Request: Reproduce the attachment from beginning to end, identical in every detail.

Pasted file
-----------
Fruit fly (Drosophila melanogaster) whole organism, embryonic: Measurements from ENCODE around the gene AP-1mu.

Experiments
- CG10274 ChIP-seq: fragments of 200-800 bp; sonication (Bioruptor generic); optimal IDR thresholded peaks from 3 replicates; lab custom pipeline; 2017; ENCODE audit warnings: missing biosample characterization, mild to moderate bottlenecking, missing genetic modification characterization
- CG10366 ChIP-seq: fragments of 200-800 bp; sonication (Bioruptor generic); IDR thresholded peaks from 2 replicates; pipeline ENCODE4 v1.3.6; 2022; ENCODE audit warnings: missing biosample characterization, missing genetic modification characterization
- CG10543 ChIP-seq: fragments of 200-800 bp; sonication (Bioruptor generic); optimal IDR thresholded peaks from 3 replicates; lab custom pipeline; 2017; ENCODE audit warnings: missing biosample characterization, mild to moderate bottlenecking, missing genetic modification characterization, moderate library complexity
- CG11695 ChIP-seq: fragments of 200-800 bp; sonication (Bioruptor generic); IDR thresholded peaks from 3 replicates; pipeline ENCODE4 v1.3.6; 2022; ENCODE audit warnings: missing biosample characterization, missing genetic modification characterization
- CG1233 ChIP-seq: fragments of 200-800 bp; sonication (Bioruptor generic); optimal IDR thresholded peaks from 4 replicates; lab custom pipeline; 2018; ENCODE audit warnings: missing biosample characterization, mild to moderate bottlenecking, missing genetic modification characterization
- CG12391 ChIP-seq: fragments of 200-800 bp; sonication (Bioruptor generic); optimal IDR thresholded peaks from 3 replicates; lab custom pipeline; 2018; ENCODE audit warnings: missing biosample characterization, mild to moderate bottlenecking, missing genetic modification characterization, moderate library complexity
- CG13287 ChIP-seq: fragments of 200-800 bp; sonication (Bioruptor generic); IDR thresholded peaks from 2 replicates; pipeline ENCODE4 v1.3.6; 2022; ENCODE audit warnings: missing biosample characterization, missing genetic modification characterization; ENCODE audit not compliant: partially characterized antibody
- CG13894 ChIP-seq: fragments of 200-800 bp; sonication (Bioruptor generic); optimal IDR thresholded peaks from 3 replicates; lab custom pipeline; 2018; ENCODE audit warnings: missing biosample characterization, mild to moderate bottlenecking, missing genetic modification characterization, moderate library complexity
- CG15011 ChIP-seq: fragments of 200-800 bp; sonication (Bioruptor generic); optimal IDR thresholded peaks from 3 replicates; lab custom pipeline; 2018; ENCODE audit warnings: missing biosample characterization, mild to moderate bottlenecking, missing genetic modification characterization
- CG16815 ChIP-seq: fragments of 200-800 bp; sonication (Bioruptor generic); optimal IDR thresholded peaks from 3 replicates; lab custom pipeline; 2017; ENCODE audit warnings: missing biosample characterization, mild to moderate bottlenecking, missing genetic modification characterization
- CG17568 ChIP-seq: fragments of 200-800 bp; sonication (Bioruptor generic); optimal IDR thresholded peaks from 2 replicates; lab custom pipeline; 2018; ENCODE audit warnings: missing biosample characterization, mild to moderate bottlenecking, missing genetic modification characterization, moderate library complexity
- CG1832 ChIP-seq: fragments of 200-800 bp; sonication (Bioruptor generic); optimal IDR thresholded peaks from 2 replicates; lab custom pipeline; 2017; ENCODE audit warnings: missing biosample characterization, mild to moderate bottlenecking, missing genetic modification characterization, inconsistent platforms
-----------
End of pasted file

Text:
Fruit fly (Drosophila melanogaster) whole organism, embryonic: Measurements from ENCODE around the gene AP-1mu.

Experiments
- CG10274 ChIP-seq: fragments of 200-800 bp; sonication (Bioruptor generic); optimal IDR thresholded peaks from 3 replicates; lab custom pipeline; 2017; ENCODE audit warnings: missing biosample characterization, mild to moderate bottlenecking, missing genetic modification characterization
- CG10366 ChIP-seq: fragments of 200-800 bp; sonication (Bioruptor generic); IDR thresholded peaks from 2 replicates; pipeline ENCODE4 v1.3.6; 2022; ENCODE audit warnings: missing biosample characterization, missing genetic modification characterization
- CG10543 ChIP-seq: fragments of 200-800 bp; sonication (Bioruptor generic); optimal IDR thresholded peaks from 3 replicates; lab custom pipeline; 2017; ENCODE audit warnings: missing biosample characterization, mild to moderate bottlenecking, missing genetic modification characterization, moderate library complexity
- CG11695 ChIP-seq: fragments of 200-800 bp; sonication (Bioruptor generic); IDR thresholded peaks from 3 replicates; pipeline ENCODE4 v1.3.6; 2022; ENCODE audit warnings: missing biosample characterization, missing genetic modification characterization
- CG1233 ChIP-seq: fragments of 200-800 bp; sonication (Bioruptor generic); optimal IDR thresholded peaks from 4 replicates; lab custom pipeline; 2018; ENCODE audit warnings: missing biosample characterization, mild to moderate bottlenecking, missing genetic modification characterization
- CG12391 ChIP-seq: fragments of 200-800 bp; sonication (Bioruptor generic); optimal IDR thresholded peaks from 3 replicates; lab custom pipeline; 2018; ENCODE audit warnings: missing biosample characterization, mild to moderate bottlenecking, missing genetic modification characterization, moderate library complexity
- CG13287 ChIP-seq: fragments of 200-800 bp; sonication (Bioruptor generic); IDR thresholded peaks from 2 replicates; pipeline ENCODE4 v1.3.6; 2022; ENCODE audit warnings: missing biosample characterization, missing genetic modification characterization; ENCODE audit not compliant: partially characterized antibody
- CG13894 ChIP-seq: fragments of 200-800 bp; sonication (Bioruptor generic); optimal IDR thresholded peaks from 3 replicates; lab custom pipeline; 2018; ENCODE audit warnings: missing biosample characterization, mild to moderate bottlenecking, missing genetic modification characterization, moderate library complexity
- CG15011 ChIP-seq: fragments of 200-800 bp; sonication (Bioruptor generic); optimal IDR thresholded peaks from 3 replicates; lab custom pipeline; 2018; ENCODE audit warnings: missing biosample characterization, mild to moderate bottlenecking, missing genetic modification characterization
- CG16815 ChIP-seq: fragments of 200-800 bp; sonication (Bioruptor generic); optimal IDR thresholded peaks from 3 replicates; lab custom pipeline; 2017; ENCODE audit warnings: missing biosample characterization, mild to moderate bottlenecking, missing genetic modification characterization
- CG17568 ChIP-seq: fragments of 200-800 bp; sonication (Bioruptor generic); optimal IDR thresholded peaks from 2 replicates; lab custom pipeline; 2018; ENCODE audit warnings: missing biosample characterization, mild to moderate bottlenecking, missing genetic modification characterization, moderate library complexity
- CG1832 ChIP-seq: fragments of 200-800 bp; sonication (Bioruptor generic); optimal IDR thresholded peaks from 2 replicates; lab custom pipeline; 2017; ENCODE audit warnings: missing biosample characterization, mild to moderate bottlenecking, missing genetic modification characterization, inconsistent platforms